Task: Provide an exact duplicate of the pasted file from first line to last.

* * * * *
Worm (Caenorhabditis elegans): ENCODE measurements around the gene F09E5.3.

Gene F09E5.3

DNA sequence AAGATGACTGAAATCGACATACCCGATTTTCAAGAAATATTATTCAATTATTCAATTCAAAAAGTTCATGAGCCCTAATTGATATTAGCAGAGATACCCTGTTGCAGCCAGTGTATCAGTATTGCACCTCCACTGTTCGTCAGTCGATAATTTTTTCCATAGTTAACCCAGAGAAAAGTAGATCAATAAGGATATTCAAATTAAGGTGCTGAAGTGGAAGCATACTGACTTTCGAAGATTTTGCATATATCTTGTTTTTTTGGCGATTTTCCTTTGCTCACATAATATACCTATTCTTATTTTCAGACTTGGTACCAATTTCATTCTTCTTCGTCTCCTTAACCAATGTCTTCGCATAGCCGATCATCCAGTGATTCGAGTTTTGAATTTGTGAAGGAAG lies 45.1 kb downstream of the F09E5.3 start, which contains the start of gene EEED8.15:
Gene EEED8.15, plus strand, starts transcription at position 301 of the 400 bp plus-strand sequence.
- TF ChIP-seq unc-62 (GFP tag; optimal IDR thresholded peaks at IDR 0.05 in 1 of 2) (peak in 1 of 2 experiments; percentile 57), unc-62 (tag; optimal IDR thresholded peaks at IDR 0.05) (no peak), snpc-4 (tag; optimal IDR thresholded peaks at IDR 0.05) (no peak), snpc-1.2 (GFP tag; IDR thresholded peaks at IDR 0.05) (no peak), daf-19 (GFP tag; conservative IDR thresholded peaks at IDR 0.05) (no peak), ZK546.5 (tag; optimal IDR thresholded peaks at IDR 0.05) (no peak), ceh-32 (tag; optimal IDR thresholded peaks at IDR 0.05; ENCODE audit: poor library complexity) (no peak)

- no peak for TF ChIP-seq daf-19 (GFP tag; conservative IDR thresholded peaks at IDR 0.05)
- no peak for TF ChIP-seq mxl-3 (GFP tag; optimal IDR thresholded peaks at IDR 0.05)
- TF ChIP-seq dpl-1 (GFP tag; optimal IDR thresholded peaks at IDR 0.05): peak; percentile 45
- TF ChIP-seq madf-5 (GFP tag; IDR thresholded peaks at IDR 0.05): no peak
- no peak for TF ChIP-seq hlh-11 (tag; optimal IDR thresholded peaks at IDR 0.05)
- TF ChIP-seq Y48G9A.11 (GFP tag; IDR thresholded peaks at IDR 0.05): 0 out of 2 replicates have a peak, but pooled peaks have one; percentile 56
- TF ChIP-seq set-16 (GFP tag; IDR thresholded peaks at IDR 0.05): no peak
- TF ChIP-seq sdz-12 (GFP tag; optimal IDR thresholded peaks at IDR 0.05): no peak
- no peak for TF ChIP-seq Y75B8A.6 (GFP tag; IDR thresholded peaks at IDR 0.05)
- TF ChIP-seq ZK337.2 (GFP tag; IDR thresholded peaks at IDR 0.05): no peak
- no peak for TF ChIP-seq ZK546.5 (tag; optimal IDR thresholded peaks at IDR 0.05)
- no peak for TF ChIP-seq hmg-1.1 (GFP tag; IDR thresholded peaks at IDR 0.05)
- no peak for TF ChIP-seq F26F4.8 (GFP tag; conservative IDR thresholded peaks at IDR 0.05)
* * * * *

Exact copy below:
Worm (Caenorhabditis elegans): ENCODE measurements around the gene F09E5.3.

Gene F09E5.3

DNA sequence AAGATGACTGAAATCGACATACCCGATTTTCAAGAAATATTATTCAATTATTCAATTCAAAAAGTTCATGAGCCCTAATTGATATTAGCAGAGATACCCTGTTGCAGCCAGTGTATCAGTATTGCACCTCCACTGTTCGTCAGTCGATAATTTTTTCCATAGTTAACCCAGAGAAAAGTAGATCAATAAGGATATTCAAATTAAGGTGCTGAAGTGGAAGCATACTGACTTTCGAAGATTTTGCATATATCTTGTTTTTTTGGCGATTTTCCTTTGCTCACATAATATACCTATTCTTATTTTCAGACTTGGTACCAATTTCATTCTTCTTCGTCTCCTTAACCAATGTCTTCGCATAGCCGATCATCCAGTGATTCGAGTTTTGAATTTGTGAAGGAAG lies 45.1 kb downstream of the F09E5.3 start, which contains the start of gene EEED8.15:
Gene EEED8.15, plus strand, starts transcription at position 301 of the 400 bp plus-strand sequence.
- TF ChIP-seq unc-62 (GFP tag; optimal IDR thresholded peaks at IDR 0.05 in 1 of 2) (peak in 1 of 2 experiments; percentile 57), unc-62 (tag; optimal IDR thresholded peaks at IDR 0.05) (no peak), snpc-4 (tag; optimal IDR thresholded peaks at IDR 0.05) (no peak), snpc-1.2 (GFP tag; IDR thresholded peaks at IDR 0.05) (no peak), daf-19 (GFP tag; conservative IDR thresholded peaks at IDR 0.05) (no peak), ZK546.5 (tag; optimal IDR thresholded peaks at IDR 0.05) (no peak), ceh-32 (tag; optimal IDR thresholded peaks at IDR 0.05; ENCODE audit: poor library complexity) (no peak)

- no peak for TF ChIP-seq daf-19 (GFP tag; conservative IDR thresholded peaks at IDR 0.05)
- no peak for TF ChIP-seq mxl-3 (GFP tag; optimal IDR thresholded peaks at IDR 0.05)
- TF ChIP-seq dpl-1 (GFP tag; optimal IDR thresholded peaks at IDR 0.05): peak; percentile 45
- TF ChIP-seq madf-5 (GFP tag; IDR thresholded peaks at IDR 0.05): no peak
- no peak for TF ChIP-seq hlh-11 (tag; optimal IDR thresholded peaks at IDR 0.05)
- TF ChIP-seq Y48G9A.11 (GFP tag; IDR thresholded peaks at IDR 0.05): 0 out of 2 replicates have a peak, but pooled peaks have one; percentile 56
- TF ChIP-seq set-16 (GFP tag; IDR thresholded peaks at IDR 0.05): no peak
- TF ChIP-seq sdz-12 (GFP tag; optimal IDR thresholded peaks at IDR 0.05): no peak
- no peak for TF ChIP-seq Y75B8A.6 (GFP tag; IDR thresholded peaks at IDR 0.05)
- TF ChIP-seq ZK337.2 (GFP tag; IDR thresholded peaks at IDR 0.05): no peak
- no peak for TF ChIP-seq ZK546.5 (tag; optimal IDR thresholded peaks at IDR 0.05)
- no peak for TF ChIP-seq hmg-1.1 (GFP tag; IDR thresholded peaks at IDR 0.05)
- no peak for TF ChIP-seq F26F4.8 (GFP tag; conservative IDR thresholded peaks at IDR 0.05)